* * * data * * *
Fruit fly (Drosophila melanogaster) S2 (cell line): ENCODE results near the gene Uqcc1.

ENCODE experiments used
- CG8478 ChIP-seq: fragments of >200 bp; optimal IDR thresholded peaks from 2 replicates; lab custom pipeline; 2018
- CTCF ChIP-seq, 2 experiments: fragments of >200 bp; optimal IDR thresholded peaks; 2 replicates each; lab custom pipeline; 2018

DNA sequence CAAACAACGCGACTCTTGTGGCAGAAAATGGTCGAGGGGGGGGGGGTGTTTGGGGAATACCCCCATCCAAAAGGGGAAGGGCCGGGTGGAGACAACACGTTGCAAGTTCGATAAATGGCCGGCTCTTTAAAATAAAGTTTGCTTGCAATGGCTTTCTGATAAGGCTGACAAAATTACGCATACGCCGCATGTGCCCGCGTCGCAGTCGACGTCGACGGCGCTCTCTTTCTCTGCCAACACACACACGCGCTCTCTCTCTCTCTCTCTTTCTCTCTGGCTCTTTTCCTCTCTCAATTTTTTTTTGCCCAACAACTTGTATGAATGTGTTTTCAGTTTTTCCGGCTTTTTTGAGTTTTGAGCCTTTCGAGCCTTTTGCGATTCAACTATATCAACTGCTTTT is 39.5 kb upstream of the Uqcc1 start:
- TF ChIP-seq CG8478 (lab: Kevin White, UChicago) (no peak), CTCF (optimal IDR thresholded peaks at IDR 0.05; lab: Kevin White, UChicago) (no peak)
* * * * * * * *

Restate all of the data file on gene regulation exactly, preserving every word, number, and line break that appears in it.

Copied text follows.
Fruit fly (Drosophila melanogaster) S2 (cell line): ENCODE results near the gene Uqcc1.

ENCODE experiments used
- CG8478 ChIP-seq: fragments of >200 bp; optimal IDR thresholded peaks from 2 replicates; lab custom pipeline; 2018
- CTCF ChIP-seq, 2 experiments: fragments of >200 bp; optimal IDR thresholded peaks; 2 replicates each; lab custom pipeline; 2018

DNA sequence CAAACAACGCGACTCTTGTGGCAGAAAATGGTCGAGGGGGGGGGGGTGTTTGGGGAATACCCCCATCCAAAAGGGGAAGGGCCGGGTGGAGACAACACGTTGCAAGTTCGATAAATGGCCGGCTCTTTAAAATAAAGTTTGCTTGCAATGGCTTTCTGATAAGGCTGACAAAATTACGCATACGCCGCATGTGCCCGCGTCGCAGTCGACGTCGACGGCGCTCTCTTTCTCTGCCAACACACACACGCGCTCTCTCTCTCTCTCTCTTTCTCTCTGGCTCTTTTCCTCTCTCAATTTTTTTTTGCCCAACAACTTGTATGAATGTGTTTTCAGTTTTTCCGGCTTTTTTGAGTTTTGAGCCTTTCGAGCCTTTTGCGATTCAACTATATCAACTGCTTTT is 39.5 kb upstream of the Uqcc1 start:
- TF ChIP-seq CG8478 (lab: Kevin White, UChicago) (no peak), CTCF (optimal IDR thresholded peaks at IDR 0.05; lab: Kevin White, UChicago) (no peak)